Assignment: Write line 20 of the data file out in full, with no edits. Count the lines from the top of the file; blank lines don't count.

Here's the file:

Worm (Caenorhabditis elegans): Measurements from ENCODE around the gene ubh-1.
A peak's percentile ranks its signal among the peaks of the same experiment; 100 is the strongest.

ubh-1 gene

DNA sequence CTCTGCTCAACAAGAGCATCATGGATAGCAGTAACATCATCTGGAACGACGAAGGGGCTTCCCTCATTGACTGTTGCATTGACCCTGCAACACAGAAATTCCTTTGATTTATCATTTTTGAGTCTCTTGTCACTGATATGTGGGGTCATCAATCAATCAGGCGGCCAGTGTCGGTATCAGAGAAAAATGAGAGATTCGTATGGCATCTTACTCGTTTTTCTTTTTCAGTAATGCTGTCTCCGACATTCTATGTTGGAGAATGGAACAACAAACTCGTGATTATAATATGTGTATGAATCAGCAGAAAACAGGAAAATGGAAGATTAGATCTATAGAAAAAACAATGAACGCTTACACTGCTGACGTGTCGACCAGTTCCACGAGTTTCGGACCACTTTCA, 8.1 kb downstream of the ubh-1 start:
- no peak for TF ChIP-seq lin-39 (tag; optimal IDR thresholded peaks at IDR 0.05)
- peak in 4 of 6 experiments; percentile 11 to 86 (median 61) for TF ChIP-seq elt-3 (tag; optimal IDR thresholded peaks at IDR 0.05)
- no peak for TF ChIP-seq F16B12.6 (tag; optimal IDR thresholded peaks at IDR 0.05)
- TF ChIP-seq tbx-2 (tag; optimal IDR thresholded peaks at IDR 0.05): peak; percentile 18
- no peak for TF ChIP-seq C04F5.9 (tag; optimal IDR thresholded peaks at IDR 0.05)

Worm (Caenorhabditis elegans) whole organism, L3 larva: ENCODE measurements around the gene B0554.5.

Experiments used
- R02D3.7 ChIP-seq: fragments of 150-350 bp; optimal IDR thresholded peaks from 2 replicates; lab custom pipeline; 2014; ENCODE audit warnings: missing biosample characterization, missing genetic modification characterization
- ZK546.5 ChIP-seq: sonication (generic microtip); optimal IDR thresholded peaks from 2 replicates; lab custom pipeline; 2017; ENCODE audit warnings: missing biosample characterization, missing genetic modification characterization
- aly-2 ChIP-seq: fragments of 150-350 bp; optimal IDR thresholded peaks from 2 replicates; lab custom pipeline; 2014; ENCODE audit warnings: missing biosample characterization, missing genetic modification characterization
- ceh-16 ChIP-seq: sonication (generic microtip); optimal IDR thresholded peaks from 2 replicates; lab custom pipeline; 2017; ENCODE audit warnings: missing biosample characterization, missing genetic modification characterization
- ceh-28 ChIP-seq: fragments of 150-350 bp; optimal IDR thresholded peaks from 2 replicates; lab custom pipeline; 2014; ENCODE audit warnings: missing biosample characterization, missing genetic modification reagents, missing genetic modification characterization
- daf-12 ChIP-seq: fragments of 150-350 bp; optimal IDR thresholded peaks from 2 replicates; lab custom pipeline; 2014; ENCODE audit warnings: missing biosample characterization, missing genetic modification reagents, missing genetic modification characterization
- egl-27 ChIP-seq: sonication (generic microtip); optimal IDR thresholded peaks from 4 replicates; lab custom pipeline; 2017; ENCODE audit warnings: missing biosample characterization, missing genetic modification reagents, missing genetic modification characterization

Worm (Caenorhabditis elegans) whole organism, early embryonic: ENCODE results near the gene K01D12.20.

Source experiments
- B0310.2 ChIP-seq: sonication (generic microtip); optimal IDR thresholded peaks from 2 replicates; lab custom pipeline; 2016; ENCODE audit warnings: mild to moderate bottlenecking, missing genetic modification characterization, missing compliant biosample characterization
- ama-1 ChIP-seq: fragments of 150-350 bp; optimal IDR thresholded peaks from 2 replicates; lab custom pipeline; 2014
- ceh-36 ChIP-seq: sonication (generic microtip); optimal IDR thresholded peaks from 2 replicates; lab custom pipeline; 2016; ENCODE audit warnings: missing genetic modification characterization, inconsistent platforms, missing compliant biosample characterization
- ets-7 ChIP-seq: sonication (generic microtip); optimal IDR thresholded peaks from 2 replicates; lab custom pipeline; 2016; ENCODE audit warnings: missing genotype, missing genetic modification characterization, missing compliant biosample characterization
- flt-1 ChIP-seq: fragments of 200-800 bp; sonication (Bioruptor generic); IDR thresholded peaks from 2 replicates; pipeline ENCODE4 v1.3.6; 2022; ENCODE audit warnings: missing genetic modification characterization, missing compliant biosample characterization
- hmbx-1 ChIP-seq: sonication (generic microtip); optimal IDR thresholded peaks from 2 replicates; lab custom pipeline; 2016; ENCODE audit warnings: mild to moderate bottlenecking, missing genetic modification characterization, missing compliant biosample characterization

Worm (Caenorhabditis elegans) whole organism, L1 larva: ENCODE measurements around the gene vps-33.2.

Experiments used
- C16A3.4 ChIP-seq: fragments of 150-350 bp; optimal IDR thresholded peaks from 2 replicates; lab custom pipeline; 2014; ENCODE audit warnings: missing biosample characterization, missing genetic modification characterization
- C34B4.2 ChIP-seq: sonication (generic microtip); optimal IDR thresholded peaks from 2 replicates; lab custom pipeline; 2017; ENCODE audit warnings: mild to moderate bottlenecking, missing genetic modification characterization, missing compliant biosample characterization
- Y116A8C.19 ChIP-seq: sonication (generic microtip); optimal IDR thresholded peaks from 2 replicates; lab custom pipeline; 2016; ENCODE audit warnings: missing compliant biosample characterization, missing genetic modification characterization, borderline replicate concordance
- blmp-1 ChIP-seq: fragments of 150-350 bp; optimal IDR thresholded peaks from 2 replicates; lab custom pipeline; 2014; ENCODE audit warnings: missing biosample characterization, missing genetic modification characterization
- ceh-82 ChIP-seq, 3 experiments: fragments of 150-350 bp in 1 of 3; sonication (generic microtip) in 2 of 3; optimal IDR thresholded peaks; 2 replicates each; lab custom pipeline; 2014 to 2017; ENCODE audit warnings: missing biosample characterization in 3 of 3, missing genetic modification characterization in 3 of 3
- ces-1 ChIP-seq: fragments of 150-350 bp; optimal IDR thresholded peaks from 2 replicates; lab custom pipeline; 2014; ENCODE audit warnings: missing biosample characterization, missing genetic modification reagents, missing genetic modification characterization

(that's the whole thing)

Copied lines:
Source experiments